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United States Department of Agriculture

Agricultural Research Service


Location: Water Management and Conservation Research

2011 Annual Report

1a. Objectives (from AD-416)
(1) Determine crop coefficients, adjustment algorithms, and transfer capabilities for improving crop water use estimation of common and alternative crops in arid Southwestern U.S. climates; (2) Develop and verify remote sensing methods and techniques for predicting near real-time evapotranspiration and plant water stress at spatial scales relevant for single fields to watersheds; (3) Develop high resolution remote sensing decision support tools for managing spatially and temporally variable water and nutrient applications to crops.

1b. Approach (from AD-416)
Remote sensing experiments will be conducted in small plots and on production-size fields at The University of Arizona, Maricopa Agricultural Center (MAC). Remote sensing data, including reflectance and emittance, will be collected at regular intervals during the crop growing seasons with aircraft-mounted sensors, as well as with ground-based, handheld instruments. Meteorological and air quality parameters will be obtained from micrometeorological stations installed within the fields. Assessment of air quality at experimental sites will be made in conjunction with remote sensing data collection times. Reference evapotranspiration (ET) data will be provided by local weather stations of the Arizona Meteorological (AZMET) Network. Field data collection will include measurements of soil water contents, soil physical and chemical properties, crop ET, and irrigation water applications. Plant growth observations will include crop growth stage, percent canopy cover, biomass, and crop yield.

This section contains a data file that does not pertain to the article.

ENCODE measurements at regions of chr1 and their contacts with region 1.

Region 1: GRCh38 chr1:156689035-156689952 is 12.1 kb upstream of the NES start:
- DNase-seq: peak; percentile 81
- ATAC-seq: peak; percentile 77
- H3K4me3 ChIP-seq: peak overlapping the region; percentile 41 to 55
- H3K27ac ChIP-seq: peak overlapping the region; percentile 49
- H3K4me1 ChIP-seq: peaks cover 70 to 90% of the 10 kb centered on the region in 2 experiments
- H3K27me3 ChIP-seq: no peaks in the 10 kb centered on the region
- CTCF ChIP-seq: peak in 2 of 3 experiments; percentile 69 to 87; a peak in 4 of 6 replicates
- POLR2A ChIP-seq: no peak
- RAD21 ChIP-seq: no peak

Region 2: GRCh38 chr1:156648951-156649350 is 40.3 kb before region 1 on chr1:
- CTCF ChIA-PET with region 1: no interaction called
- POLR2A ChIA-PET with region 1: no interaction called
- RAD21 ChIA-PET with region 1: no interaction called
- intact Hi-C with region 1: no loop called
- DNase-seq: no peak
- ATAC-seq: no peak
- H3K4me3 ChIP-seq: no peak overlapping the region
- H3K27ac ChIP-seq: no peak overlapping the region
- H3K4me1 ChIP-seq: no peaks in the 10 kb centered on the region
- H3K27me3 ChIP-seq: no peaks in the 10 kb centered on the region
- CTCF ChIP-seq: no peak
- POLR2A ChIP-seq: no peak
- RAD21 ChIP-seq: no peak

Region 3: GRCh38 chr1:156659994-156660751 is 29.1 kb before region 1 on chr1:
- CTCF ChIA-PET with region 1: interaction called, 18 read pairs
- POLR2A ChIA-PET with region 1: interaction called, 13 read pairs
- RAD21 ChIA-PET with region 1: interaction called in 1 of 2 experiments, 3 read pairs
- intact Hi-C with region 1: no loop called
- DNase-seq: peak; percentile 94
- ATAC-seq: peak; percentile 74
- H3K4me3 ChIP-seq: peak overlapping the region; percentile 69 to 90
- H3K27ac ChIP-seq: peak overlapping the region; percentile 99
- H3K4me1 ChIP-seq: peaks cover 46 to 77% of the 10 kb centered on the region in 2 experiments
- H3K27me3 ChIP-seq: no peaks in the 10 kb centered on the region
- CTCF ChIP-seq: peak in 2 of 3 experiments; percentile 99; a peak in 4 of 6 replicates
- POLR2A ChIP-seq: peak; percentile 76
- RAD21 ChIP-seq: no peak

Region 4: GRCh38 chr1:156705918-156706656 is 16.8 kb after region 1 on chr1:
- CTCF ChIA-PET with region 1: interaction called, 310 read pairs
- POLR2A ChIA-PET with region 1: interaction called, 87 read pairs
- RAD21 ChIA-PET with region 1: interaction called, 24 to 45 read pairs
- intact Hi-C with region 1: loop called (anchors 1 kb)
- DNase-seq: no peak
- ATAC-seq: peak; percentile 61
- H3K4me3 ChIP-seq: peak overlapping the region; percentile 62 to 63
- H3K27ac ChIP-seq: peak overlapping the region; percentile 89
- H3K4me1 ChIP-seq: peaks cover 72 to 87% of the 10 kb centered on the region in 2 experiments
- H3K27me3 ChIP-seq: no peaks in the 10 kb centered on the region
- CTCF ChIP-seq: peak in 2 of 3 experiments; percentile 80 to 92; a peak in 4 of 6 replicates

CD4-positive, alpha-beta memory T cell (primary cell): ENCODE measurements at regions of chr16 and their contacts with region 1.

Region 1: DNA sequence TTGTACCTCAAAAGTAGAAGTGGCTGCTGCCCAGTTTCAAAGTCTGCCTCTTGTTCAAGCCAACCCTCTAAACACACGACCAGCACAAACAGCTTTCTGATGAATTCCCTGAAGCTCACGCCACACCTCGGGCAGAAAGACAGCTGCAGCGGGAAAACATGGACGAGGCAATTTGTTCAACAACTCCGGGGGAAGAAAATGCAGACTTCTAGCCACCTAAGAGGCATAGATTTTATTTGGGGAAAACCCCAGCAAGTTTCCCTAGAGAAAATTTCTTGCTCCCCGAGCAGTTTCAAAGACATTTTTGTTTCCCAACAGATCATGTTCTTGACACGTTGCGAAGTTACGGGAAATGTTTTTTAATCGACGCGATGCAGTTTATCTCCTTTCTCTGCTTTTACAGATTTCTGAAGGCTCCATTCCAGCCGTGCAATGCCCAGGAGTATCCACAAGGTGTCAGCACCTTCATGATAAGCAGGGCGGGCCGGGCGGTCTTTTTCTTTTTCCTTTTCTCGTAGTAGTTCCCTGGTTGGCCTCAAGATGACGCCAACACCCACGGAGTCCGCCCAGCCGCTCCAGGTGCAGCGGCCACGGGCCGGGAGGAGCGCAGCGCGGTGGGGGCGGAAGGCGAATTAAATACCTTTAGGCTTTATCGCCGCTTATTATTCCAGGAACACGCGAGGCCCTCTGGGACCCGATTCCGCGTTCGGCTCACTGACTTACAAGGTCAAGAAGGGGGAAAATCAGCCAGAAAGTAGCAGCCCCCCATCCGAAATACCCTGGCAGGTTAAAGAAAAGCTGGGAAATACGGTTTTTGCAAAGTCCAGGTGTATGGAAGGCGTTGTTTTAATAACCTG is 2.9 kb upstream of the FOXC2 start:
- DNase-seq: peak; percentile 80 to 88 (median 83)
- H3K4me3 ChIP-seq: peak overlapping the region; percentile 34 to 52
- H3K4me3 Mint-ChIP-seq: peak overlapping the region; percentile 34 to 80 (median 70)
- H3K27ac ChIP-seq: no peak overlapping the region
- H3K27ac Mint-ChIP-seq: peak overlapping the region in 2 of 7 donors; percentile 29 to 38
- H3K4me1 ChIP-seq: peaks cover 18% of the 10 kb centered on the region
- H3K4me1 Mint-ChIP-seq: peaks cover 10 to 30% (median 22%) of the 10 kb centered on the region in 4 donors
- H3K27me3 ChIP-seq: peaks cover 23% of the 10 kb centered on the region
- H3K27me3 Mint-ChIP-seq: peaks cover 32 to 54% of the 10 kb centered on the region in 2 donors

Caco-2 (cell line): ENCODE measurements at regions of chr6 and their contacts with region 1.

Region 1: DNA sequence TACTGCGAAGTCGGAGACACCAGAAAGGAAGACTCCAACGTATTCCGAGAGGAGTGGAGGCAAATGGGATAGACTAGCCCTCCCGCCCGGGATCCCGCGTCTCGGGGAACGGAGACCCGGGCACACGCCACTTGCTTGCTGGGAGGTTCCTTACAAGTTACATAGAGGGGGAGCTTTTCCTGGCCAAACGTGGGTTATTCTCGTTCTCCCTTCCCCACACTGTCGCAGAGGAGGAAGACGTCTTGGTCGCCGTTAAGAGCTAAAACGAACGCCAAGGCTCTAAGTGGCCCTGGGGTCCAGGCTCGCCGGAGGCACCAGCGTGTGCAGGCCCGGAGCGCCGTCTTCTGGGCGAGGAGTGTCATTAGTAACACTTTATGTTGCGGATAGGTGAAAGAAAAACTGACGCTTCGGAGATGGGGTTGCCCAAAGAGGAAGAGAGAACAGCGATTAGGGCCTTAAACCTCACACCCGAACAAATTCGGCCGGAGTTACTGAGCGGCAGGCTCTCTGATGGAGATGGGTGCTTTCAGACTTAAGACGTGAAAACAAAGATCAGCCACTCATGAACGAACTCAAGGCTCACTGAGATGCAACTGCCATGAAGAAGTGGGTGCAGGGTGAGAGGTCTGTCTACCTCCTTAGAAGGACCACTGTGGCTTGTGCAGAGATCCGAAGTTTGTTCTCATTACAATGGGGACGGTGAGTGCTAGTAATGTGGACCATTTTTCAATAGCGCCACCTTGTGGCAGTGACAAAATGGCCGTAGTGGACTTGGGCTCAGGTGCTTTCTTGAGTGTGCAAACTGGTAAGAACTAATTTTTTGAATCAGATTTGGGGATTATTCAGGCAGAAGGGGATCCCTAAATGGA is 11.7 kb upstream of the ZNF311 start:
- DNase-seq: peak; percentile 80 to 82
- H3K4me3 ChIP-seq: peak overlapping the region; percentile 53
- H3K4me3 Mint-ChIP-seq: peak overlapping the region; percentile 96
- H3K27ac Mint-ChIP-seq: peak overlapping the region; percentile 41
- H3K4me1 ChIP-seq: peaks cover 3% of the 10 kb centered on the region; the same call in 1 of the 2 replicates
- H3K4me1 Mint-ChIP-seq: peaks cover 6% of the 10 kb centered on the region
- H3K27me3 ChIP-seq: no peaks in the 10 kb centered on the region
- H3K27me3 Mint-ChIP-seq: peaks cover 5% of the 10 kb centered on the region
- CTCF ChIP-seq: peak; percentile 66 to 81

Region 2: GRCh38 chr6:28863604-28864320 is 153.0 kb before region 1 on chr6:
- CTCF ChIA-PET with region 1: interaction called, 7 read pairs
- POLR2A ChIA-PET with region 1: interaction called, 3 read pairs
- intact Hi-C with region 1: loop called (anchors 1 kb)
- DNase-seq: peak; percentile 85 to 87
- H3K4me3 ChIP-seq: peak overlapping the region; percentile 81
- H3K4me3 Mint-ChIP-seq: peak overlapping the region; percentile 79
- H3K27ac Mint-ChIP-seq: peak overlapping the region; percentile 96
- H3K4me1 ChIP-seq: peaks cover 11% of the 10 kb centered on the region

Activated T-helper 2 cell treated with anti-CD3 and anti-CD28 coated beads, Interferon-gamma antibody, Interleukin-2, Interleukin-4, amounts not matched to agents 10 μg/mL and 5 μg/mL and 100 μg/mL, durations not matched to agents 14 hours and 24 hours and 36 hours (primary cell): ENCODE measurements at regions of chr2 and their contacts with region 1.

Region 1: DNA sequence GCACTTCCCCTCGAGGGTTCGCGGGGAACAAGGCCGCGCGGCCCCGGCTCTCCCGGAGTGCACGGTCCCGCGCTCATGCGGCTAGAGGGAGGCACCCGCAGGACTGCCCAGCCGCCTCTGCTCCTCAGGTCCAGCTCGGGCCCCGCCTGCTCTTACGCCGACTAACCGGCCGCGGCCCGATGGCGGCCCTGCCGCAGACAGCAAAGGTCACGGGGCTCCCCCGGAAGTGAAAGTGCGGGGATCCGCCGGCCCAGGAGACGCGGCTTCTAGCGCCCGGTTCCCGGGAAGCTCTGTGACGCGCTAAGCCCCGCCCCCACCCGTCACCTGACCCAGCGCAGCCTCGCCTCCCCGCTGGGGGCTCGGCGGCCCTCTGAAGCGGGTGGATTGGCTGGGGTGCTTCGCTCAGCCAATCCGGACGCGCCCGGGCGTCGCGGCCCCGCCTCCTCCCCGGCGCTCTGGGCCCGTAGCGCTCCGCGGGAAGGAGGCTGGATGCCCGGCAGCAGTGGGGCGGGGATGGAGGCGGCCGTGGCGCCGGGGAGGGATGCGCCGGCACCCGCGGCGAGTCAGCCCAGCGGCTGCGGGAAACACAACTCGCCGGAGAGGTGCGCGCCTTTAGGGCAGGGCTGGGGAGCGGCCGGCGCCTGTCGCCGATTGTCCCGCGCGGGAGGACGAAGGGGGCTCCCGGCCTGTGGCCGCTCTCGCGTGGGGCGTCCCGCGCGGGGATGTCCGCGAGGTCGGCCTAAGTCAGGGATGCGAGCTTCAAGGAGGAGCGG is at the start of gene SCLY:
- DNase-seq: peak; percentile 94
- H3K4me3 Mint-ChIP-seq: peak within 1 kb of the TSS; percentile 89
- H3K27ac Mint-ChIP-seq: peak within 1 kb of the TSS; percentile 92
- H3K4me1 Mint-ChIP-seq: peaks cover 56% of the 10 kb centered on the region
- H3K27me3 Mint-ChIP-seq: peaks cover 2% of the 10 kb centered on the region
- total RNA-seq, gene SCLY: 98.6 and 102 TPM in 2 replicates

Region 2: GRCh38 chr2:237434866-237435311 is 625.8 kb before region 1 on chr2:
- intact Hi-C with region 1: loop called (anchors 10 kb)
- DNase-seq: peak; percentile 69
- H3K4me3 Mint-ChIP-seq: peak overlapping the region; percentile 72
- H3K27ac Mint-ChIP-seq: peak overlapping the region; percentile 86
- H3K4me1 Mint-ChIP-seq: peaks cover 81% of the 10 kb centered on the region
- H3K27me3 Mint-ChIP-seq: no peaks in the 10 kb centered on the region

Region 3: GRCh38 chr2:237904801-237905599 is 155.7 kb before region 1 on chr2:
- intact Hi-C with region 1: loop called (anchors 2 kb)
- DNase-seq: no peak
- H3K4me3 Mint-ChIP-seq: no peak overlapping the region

3. Progress Report
The large field cotton experiment, to be completed in Oct. 2011, produced a large volume of multispectral airborne and ground-based remote sensing measurements. A new helicopter platform was developed; including a software user interface for operation of remote sensing cameras onboard the helicopter. Soil textural and water holding properties were mapped for the field using apparent electrical conductivity measurements. Data for evaluating crop evapotranspiration (ET) included wireless, micro-meteorological data at 24 locations, and data from two eddy-covariance stations, two scintillometers, and five ET gauges. Other field data included irrigation and fertilizer data, canopy heights, soil water contents, and cotton canopy cover, temperature, and leaf area index. Also collected were biomass samples for estimating cotton leaf weight, stem weight, and boll weight. The field data is used to validate our remote sensing approaches for estimating spatially distributed crop ET, and is used in calibrating and evaluating cotton crop growth models for use in irrigation water management. We developed an approach to evaluate crop simulation model performance using diverse Fortran compilers on multiple computer operating systems. A single desktop computer with five identical hard drives was designed to make comparisons between five operating systems while minimizing differences in hardware configuration. Compatibility and performance issues among compiler and operating system combinations were tested for the well-known Cropping System Model. However, the methodology is applicable for improving robustness and performance while facilitating the use of many simulation models in a wide range of computer environments. To provide critical data needed for modeling crop water use, stress and heat tolerance of cotton, micro-meteorological instruments were installed in a 1-ha cotton experiment at Maricopa. Multispectral image and radiometric data was collected to develop new ways to rapidly screen for desirable plant phenotypes. A methodology was designed to process digital images of lesquerella canopies for flower count. Key features of the image processing approach included an image transformation to the hue, saturation, and intensity color space and an approach to address uncertainty in the parameters used. Information from the digital image processing method can be used to determine optimum times for irrigation water management, desiccant application, crop harvest, and installation of bee boxes to maximize pollination. A nitrogen (N) fertilizer study with surface-irrigated cotton was conducted to compare reflectance-based N fertilizer management with standard soil test-based and N management. We also compared ground fertilizer applications of N against water-run (fertigation) applications of N. Collaborative ET research with ARS scientists at Jornada, New Mexico, continued. Field-based data were acquired for land surface temperatures and vegetation cover. This work is also collaborative with NASA who provides the Advanced Spaceborne Thermal Emission and Reflection Radiometer (ASTER) satellite image data used in the research.